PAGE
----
Captain Michael Clarke is not getting carried away over Australia's chances of regaining the number one Test ranking after their series triumph in the Caribbean, accepting his side still have a long way to go.
Clarke bagged a five-wicket haul as Australia concluded their tour with a 75-run win over West Indies in the third and final Test in Dominica to clinch a 2-0 series victory.
Since their tour of South Africa, Australia have lost just one of nine Tests and are now up to third in the Test rankings, but Clarke insists the number one mantle is still a distant dream.
"We as players don't consider ourselves as the number one Test team but we know that is a goal we're working to," he said.
"I think we're ranked third now, so I still think we're a way off that. We need a lot of improvement to become the number one team.
"It's not just about one series or one summer - it's consistency that gets you to be the number one ranking."
Clarke pinpointed Australia's last-gasp win over South Africa in the second Test in November - one of his first tours as captain following Ricky Ponting's resignation - as the turning point leading to their recent run of results.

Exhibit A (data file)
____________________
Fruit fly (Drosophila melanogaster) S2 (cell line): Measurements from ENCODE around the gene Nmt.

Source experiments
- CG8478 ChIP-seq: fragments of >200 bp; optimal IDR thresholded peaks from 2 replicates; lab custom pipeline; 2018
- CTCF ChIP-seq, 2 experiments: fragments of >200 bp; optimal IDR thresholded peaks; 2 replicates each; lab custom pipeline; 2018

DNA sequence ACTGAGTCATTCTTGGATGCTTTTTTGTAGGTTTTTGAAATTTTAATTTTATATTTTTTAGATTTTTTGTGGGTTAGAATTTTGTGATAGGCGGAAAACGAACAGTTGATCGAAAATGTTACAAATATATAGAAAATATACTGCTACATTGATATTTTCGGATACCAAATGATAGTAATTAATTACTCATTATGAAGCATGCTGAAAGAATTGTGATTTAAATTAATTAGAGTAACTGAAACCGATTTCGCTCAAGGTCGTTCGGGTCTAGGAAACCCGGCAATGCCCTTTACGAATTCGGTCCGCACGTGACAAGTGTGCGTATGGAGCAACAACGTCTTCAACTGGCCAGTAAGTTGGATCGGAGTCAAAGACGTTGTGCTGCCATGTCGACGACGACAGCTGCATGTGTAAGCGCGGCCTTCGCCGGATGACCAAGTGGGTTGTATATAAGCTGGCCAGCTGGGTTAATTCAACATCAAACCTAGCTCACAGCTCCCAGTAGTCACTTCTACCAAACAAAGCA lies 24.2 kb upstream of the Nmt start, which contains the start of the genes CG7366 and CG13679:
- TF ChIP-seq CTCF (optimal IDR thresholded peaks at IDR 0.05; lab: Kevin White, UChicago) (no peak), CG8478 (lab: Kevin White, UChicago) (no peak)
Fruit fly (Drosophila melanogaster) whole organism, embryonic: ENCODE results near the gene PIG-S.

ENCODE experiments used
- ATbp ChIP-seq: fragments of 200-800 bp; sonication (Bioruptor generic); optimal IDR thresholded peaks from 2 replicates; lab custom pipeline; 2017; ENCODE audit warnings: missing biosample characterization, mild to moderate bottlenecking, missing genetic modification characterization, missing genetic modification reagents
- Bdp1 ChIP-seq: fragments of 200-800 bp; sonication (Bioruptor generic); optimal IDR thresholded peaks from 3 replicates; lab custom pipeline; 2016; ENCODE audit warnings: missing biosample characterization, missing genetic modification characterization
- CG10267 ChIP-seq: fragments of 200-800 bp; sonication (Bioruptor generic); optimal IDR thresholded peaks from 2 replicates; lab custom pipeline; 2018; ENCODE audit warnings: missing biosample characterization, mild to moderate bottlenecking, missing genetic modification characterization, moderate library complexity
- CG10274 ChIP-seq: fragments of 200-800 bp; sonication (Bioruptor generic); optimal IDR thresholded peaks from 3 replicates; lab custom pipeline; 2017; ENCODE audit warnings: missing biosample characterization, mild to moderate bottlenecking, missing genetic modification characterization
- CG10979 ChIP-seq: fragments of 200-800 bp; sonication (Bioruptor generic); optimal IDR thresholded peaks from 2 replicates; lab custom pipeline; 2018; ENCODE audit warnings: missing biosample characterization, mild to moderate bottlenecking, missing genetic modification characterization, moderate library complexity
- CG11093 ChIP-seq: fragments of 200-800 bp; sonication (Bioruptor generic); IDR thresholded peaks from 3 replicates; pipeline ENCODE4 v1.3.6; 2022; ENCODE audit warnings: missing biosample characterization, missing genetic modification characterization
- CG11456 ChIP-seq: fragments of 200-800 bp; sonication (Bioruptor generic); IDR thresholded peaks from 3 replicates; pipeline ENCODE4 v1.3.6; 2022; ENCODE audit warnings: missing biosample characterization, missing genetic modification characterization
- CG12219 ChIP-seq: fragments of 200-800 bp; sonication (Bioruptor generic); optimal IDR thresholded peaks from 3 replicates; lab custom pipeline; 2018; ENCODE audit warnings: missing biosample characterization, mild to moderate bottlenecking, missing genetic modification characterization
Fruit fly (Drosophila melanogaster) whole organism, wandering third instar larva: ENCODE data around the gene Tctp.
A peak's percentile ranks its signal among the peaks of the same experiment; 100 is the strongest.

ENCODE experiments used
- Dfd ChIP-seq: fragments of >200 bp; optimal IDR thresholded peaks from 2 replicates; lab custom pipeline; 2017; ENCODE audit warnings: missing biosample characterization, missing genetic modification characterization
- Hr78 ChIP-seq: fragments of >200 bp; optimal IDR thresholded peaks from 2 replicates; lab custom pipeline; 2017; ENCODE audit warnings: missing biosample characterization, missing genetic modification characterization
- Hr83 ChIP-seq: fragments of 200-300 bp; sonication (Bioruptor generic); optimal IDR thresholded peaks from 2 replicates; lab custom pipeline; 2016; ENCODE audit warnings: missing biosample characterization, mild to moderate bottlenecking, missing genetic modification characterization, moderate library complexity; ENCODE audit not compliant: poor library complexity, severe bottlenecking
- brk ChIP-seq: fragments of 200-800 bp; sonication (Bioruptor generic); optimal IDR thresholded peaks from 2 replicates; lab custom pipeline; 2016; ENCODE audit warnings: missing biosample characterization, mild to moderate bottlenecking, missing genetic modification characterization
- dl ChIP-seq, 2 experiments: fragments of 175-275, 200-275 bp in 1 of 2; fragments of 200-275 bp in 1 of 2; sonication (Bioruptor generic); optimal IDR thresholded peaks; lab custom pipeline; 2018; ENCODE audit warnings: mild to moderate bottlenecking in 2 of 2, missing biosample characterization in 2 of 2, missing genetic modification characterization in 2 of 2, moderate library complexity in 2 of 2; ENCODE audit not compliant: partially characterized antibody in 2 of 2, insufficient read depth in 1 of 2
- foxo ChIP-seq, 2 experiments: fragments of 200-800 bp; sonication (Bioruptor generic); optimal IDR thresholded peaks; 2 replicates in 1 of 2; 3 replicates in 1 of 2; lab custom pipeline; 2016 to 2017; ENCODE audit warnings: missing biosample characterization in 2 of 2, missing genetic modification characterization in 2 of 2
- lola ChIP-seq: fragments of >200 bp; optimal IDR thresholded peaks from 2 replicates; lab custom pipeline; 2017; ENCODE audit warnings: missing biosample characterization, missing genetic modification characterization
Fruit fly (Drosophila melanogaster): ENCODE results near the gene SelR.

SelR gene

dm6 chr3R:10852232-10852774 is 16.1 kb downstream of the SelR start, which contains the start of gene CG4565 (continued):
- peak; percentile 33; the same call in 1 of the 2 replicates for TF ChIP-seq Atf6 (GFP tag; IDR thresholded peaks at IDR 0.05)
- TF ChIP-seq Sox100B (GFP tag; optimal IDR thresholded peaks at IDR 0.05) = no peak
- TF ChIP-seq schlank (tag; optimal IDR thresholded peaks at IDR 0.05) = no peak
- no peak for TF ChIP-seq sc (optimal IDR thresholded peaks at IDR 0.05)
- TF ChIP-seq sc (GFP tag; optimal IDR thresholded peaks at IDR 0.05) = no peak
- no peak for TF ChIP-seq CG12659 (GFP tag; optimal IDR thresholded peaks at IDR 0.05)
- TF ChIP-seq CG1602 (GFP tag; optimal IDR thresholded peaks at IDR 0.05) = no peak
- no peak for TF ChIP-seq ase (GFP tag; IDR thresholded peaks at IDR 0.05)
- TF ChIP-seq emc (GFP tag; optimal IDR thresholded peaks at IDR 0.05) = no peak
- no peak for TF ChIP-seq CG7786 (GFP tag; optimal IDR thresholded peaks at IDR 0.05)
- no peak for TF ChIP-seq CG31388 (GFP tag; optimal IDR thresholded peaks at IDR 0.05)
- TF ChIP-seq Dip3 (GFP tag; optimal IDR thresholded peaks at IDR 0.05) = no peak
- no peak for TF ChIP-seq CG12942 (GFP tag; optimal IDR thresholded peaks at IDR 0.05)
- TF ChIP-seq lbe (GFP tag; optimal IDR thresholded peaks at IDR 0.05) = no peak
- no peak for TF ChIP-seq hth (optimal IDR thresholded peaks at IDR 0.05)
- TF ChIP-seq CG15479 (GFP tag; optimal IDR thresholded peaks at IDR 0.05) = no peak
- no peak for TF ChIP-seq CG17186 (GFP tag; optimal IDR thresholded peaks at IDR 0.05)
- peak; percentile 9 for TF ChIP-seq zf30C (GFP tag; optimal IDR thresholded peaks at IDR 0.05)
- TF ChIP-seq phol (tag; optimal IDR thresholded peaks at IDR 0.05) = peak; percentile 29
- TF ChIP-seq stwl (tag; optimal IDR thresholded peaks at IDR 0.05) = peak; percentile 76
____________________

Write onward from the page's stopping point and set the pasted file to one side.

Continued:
"To be able to pull off a win in Johannesburg, and we're talking about a very strong Test cricket team in their own backyard, so to be able to level that series was a great learning curve for us," he said.
"I've really enjoyed it (the captaincy). I've been very lucky to have some other great leaders around me as well as wonderful support staff. The captain is only as good as his stock.
"They put me in a position to be able to take a risk or declare, and that's only because I have confidence in them."
Man of the match in Dominica, Matthew Wade, described his first Test experience after replacing wicketkeeper Brad Haddin as a learning curve.
Wade had become accustomed to the unfamiliar conditions by the third Test as he smashed a game-turning 106 with Australia in trouble in their first innings at 169 for seven.
"Probably the all-round experience," Wade said when asked what he had gained from the tour.
"Coming over here in the one-day series and not knowing too much about these conditions and learning a lot in the first three one-dayers and then the Tests.
"Just developing my game and dealing with difficult conditions was rewarding.
"Hopefully I can continue to develop in the coming months and take that into the one-day tour in England."
Wade's form will put further pressure on Haddin despite a two-month break for Australia and Clarke was quick to explain earlier remarks that suggested he was in Haddin's corner.
"What I did say is that Wadey has done everything in his power to put as much pressure on the selectors as possible," Clarke said.
"But what I also said was that if Brad Haddin was available for the first Test in the series he would have been selected.
"Wadey, if he continues to play like that, he'll continue to put pressure on not only the wicketkeeper spot but also a batsman position."